Train like an Olympic athlete
Middle-distance runner Melissa Duncan is headed to her very first Olympics this year. Her debut comes after setting a 1500m qualifying time of 4:05.56 back in June 2015 which is the fifth fastest 1500m finishing time in Australian History. As the games draw ever closer, Duncan’s training regime is ramping up and wanted to know how she stays strong and injury free.
“Having strong legs and glutes is essential for the power required in a 1500m race. The better hip stability you have, the more fluent and efficient your running style, which can help reduce injuries caused by poor biomechanics,” says Duncan. To build hip stability Duncan uses a lot of stability ball exercises that zero in on her glutes, hamstrings and lower abdominals.
“I spend three sessions a week in the gym, a variety of resistance and circuit type training. One session is fairly continuous, circuit type training, one session has a focus on ‘getting stronger’, lifting weights and the last involves mainly injury prevention and walking drills,” she explains. “The aim for most of my gym training is to replicate movement patterns similar to those used in running. There is a focus on hip and glute stability and foot control.”
We knew that training like an Olympian was going to be tough but we weren’t sure just how tough until Duncan put us to work with some of her favourite resistance moves. Check out her workout below.
Single leg hip thrust
This move isolates the glute and hamstring while building hip strength.
Set up a bench and lie flat on your back with two feet rested on the bench. Lift one leg off the bench and press your hips upward. Keep your ribs tucked in by engaging your core. Lower your bottom back to the ground and repeat.
Single leg dead lift
Standing on one leg with your free leg bent up in front of you, hinge at the hips letting the weight down in front of you. Keep your grounded knee slightly bent as you hinge forward. Extend your free leg behind you for balance. Continue lowering the weight until you are parallel to the ground, then hinge from the hips, squeezing the glute of your grounded leg to return to a standing position with your free leg bent up in front of you again.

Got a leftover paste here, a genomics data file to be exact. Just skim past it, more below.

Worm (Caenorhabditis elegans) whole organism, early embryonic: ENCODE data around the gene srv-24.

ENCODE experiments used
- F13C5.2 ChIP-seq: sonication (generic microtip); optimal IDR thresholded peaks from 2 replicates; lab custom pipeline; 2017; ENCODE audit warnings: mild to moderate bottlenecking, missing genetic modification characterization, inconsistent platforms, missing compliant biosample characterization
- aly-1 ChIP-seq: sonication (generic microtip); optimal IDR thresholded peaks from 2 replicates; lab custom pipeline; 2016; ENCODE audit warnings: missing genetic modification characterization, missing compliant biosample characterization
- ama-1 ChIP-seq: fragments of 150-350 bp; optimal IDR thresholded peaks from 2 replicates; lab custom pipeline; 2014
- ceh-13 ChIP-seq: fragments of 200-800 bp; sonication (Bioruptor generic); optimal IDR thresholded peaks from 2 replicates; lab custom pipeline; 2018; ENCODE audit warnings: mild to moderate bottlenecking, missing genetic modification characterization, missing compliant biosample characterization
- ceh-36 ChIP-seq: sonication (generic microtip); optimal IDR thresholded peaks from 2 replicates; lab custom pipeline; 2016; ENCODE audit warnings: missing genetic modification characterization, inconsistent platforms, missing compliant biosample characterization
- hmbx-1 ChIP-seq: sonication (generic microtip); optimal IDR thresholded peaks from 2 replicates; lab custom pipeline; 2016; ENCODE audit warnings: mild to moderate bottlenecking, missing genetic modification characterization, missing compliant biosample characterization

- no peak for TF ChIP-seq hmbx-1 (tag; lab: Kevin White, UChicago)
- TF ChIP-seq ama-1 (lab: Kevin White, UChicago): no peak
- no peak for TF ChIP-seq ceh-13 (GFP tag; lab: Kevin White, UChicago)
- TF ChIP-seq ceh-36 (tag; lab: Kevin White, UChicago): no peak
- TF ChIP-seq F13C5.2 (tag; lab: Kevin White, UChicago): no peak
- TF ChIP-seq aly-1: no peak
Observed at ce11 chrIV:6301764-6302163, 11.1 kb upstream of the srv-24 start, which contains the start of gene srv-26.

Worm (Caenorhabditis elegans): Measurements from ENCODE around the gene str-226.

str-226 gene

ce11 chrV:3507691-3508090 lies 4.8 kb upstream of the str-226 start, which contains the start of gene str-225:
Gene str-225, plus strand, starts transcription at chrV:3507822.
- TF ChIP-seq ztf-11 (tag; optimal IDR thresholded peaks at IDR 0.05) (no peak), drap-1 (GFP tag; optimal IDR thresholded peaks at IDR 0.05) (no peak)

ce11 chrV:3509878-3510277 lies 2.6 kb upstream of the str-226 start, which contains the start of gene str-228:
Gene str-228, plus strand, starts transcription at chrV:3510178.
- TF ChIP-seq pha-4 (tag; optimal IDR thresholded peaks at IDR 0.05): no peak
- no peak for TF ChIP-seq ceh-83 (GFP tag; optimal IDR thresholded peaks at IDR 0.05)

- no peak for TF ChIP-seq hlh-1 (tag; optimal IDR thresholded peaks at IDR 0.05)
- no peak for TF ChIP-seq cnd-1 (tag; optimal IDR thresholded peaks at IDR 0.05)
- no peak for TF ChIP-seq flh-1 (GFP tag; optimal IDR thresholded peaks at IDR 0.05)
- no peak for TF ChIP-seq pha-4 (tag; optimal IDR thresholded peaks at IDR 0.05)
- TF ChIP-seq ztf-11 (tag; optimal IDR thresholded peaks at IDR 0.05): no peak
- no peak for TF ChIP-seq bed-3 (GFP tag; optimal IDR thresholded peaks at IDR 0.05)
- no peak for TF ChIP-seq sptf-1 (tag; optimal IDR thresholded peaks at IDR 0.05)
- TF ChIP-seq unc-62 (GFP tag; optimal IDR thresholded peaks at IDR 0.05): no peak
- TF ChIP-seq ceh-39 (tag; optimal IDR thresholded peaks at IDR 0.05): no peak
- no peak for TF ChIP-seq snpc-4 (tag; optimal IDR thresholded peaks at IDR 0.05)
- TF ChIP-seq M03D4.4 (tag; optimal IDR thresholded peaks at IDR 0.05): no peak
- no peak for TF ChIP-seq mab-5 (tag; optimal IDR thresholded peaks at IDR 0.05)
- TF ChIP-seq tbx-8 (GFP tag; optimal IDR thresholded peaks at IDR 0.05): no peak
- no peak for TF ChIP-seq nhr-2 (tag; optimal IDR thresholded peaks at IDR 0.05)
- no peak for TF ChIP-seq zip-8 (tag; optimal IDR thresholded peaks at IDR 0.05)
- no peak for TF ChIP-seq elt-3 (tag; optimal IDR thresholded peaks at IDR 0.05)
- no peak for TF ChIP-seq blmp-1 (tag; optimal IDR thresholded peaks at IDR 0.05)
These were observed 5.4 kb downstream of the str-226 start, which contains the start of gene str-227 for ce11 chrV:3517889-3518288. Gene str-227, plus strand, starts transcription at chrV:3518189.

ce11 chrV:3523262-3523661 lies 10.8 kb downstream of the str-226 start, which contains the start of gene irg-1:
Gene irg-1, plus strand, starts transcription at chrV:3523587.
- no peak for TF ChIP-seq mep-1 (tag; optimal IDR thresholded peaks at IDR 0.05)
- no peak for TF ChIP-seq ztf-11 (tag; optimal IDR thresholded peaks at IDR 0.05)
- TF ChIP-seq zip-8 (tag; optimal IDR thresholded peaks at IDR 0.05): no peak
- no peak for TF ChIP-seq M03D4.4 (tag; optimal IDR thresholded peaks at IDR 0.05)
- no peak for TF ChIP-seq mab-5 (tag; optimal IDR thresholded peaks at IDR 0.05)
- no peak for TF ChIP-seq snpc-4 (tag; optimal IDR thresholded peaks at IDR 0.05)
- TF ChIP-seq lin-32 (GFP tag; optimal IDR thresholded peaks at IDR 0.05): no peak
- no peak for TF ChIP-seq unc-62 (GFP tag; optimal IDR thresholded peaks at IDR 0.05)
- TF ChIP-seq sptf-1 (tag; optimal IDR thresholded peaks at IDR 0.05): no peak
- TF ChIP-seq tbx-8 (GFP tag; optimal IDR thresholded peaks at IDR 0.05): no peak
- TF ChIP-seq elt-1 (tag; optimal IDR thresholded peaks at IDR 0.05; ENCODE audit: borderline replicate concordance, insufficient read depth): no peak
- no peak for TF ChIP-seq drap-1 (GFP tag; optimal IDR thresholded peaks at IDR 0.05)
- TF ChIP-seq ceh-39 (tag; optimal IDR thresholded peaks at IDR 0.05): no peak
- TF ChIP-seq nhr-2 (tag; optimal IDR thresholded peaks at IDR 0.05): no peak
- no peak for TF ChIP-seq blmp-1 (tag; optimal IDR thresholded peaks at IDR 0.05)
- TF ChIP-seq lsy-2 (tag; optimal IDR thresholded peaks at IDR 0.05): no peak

Stability ball hamstring curl
Lie flat on your back with the heels of your feet resting on the stability ball. Keep your hands out flat beside you for balance. Raise your hips up so that a straight line from your shoulders to your feet is created. Bend at your knees to bring the ball in towards your bottom. Then push the ball away again. Take a rest between reps if necessary.
Glute kick back
On all fours, with hands under shoulders and knees under hips, take one leg off the ground. Bend at the knee and kick upwards, squeezing your glute as you do so. Keep your hips tucked to engage your core and keep your back from dipping.
Dumbbell push up
On toes or knees, perform a push up with hands on dumbbells. Lower your chest until you feel your shoulder blades come together then press back to the top.
Stability ball plank hold
Stability ball crunch
In plank position with feet on the stability ball, pull the ball in towards your belly button, keeping your back flat. Push the ball back to the starting position and repeat.
Go for 10 reps of each exercise in a circuit with a one minute rest at the end. Repeat for three to five rounds.